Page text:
Wednesday, November 9, 2011

Foreign contractors hired Afghan 'dancing boys', WikiLeaks cable reveals

US embassy cables: Afghan government asks US to quash 'dancing boys' scandal 2 December 2010 11:37

Wednesday, 24 June 2009,

In a May 2009 meeting interior minister Hanif Atmar expresses deep concerns that if lives could be in danger if news leaked that foreign police trainers working for US commercial contractor DynCorp hired "dancing boys" to perform for them....

Atmar said he insisted the journalist be told that publication would endanger lives. His request was that the U.S. quash the article and release of the video. Amb Mussomeli responded that going to the journalist would give her the sense that there is a more terrible story to report. Atmar then disclosed the arrest of two Afghan National Police (ANP) and nine other Afghans (including RTC language assistants) as part of an MoI investigation into Afghan "facilitators" of the event.

The crime he was pursuing was "purchasing a service from a child," which in Afghanistan is illegal under both Sharia law and the civil code, and against the ANP Code of Conduct for police officers who might be involved. He said he would use the civil code and that, in this case, the institution of the ANP will be protected, but he worried about the image of foreign mentors. Atmar said that President Karzai had told him that his (Atmar's) "prestige" was in play in management of the Kunduz DynCorp matter and another recent event in which Blackwater contractors mistakenly killed several Afghan citizens. The President had asked him "Where is the justice?"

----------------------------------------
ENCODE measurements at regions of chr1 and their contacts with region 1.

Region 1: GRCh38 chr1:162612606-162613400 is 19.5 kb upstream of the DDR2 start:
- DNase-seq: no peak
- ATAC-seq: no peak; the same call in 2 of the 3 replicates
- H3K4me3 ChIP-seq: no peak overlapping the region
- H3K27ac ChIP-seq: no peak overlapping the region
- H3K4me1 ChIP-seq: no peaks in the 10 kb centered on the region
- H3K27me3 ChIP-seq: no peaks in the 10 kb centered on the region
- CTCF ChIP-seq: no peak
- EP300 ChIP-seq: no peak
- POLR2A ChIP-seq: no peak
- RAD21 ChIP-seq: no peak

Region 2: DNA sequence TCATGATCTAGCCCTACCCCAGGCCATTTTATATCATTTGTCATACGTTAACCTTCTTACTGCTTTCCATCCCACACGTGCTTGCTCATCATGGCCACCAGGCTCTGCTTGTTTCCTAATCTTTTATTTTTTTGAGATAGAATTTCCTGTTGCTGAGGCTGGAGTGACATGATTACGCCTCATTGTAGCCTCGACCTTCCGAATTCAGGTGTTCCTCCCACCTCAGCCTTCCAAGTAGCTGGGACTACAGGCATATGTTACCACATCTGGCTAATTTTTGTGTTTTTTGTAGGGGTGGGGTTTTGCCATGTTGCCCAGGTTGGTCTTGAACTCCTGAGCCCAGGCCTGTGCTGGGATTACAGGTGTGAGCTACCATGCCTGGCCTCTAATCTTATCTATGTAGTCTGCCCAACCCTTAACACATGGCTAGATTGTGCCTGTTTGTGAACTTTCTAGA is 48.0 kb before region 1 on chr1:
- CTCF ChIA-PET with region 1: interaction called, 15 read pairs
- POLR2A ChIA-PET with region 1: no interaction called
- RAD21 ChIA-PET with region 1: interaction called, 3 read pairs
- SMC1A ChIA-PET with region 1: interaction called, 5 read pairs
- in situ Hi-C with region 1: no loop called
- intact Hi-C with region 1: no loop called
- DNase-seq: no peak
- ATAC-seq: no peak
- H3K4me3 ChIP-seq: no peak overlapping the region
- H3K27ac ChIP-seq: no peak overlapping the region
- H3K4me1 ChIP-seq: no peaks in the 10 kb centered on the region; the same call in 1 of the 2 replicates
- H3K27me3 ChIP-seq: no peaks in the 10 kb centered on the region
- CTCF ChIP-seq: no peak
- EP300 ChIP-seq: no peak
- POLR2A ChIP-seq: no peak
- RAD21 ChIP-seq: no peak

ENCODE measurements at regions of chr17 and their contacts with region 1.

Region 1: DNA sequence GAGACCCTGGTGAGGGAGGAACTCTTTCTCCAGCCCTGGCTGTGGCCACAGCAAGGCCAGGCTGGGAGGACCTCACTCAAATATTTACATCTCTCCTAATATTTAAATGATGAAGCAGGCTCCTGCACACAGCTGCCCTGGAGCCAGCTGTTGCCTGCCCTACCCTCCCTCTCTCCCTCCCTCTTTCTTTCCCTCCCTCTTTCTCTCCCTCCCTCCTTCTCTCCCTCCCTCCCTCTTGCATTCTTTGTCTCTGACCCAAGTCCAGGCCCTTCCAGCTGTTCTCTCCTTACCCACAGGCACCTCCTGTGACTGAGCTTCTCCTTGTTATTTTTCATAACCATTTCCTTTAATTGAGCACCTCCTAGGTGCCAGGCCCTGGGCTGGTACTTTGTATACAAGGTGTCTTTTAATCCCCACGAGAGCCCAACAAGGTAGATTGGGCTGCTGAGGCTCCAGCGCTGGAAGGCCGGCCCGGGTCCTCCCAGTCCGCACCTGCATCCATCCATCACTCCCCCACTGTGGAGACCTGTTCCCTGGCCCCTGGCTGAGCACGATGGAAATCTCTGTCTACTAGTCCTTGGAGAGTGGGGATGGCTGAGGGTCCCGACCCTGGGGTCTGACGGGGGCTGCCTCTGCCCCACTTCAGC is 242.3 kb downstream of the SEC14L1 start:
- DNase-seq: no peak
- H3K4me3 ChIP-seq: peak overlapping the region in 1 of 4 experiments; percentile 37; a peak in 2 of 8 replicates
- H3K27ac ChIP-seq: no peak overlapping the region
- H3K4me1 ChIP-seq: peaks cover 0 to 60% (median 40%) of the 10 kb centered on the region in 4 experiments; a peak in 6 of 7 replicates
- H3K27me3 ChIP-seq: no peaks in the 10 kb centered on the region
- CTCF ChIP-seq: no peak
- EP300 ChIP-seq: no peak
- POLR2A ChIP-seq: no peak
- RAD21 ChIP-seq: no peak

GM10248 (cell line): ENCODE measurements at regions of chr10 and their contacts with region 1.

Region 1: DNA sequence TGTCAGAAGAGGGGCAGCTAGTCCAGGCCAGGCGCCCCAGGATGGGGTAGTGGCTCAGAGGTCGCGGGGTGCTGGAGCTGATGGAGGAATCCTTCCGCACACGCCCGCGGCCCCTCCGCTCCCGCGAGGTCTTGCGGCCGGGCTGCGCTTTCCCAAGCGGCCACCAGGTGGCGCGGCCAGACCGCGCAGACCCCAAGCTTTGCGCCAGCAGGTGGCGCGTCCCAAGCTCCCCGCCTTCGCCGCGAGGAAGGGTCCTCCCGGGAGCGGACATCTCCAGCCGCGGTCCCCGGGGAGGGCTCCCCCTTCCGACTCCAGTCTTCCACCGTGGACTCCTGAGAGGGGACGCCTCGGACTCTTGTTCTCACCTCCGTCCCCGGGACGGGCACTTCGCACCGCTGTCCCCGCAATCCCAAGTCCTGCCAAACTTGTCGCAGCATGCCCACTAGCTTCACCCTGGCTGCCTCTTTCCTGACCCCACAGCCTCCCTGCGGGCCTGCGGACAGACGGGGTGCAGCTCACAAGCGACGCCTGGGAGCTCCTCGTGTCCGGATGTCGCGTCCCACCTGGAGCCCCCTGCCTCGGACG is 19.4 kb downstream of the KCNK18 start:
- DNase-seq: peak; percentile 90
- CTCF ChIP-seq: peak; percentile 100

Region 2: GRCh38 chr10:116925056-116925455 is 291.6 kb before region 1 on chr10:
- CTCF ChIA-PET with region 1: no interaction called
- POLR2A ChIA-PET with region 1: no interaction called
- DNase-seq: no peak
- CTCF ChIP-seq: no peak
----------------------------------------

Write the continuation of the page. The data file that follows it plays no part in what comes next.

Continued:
Foreign contractors hired Afghan 'dancing boys', WikiLeaks cable reveals - Episode fuelled Afghan demands that private security firms be brought much more under government control
Jon Boone, Thursday 2 December 2010

A scandal involving foreign contractors employed to train Afghan policemen who took drugs and paid for young "dancing boys" to entertain them in northern Afghanistan caused such panic that the interior minister begged the US embassy to try and "quash" the story, according to one of the US embassy cables released by WikiLeaks.

In a meeting with the assistant US ambassador, a panicked Hanif Atmar, the interior minister at the time of the episode last June, warned that the story would "endanger lives" and was particularly concerned that a video of the incident might be made public.

No comments: